Don’t ask what the block halving rate is, or which mining algorithm it uses - random, now forgotten, numbers were used. We can probably assume from their names that many of the other coins created using Coingen use values that are just as arbitrary: jesuscoin, arbitrarycoin, starvingartistcoin, wethepeoplecoin, silvioberluscoin, realcoin, beercoin, and the catchily-named “wake_up_sheeples_banker_owned_federal_reserve_notes_equals_more_debt”. (There are also a lot of coins with racist names on there. Really, you’ve been warned.)

NewStatesmanCoin is just a joke, but the fact there are so many people who have created their own silly coins - and paid for the privilege - is worth noting. There are dozens of alternatives to Bitcoin, a tiny minority of which have support from any kind of community, and fewer still of which have any practical real-world purpose. While there are uses for cryptocurrencies, they're niche, and not without competition from more traditional companies or other technologies. Not for nothing are people like Gigaom's David Meyer asking what the point of Bitcoin is.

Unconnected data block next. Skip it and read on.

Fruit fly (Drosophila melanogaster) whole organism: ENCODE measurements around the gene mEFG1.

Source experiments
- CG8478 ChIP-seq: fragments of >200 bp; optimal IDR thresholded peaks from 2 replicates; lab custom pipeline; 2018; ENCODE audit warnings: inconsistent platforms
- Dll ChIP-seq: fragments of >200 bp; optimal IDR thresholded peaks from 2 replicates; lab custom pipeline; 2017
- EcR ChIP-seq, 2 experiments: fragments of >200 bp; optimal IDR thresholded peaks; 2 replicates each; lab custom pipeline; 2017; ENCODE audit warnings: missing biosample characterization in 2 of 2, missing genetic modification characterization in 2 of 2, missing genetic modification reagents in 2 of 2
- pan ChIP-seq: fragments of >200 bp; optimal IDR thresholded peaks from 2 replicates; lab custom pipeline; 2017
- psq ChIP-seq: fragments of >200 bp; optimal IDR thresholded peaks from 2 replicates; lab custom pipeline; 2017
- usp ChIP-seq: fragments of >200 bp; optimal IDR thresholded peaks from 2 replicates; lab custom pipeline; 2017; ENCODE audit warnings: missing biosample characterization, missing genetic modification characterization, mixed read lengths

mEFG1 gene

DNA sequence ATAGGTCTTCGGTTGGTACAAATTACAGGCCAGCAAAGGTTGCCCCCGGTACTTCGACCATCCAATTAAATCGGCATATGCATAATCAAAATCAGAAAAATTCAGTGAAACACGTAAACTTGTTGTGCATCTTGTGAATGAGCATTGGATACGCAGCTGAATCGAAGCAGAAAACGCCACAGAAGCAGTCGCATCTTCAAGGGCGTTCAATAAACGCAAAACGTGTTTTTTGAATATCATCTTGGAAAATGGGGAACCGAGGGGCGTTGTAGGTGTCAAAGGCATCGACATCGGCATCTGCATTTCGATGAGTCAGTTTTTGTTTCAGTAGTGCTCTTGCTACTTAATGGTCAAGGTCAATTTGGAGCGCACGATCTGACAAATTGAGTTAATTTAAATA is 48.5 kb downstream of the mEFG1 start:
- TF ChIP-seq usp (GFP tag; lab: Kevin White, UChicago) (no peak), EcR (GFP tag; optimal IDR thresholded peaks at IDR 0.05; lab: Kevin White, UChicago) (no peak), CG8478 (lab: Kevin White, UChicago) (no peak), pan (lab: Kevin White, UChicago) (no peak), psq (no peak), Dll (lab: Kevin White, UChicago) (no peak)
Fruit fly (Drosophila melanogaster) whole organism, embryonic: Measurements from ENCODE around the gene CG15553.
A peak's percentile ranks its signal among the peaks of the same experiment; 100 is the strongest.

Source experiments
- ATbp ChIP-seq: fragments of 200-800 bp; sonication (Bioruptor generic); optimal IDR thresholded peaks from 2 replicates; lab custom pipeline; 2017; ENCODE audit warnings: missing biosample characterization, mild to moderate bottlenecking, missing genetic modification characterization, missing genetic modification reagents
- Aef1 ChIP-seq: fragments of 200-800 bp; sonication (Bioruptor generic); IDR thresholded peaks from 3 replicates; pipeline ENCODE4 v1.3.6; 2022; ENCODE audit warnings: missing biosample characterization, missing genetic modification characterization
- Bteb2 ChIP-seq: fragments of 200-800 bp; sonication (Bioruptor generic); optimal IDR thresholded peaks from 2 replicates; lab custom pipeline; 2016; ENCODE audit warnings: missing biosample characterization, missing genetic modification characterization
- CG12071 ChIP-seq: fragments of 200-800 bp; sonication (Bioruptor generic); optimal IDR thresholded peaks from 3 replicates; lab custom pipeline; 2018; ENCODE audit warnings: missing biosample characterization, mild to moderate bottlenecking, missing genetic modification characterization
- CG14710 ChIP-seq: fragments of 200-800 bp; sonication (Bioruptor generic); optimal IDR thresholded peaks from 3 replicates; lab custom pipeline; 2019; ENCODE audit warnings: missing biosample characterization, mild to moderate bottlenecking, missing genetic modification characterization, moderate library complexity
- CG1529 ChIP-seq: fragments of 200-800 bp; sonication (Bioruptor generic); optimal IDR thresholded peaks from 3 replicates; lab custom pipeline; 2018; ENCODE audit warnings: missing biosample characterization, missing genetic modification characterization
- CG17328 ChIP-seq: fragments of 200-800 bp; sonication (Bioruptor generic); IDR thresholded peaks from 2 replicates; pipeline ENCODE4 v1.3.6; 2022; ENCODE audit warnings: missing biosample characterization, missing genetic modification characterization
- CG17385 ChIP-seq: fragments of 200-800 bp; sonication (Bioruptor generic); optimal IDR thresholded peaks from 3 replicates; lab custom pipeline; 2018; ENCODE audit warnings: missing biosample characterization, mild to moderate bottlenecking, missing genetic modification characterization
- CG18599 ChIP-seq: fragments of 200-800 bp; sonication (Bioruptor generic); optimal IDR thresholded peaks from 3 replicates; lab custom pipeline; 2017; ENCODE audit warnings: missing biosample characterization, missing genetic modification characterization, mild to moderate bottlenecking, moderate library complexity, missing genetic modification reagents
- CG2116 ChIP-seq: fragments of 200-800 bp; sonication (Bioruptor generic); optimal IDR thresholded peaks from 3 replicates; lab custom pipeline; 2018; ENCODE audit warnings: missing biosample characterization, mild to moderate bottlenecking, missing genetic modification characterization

Looking over the transaction volume day-by-day since Bitcoin launched, it's clear that the value of the cryptocurrency has been faster and unlinked from its growth as a medium of exchange. Speculation is still the main drive of Bitcoin value, and the entire drive of Litecoin, Namecoin, and even Dogecoin value, and thus there's surely demand for Coingen's new coins, off-the-shelf and ready to, perhaps, become the next £xm-worth market. While Bitcoin's certainly popular, it's tempting to instead think that it may be the first iteration of a concept yet to be perfected.

You don't have to tell us it's a crappy logo.

Ian Steadman is a staff science and technology writer at the New Statesman. He is on Twitter as @iansteadman.

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From Darwin to Damore - the ancient art of using "science" to mask prejudice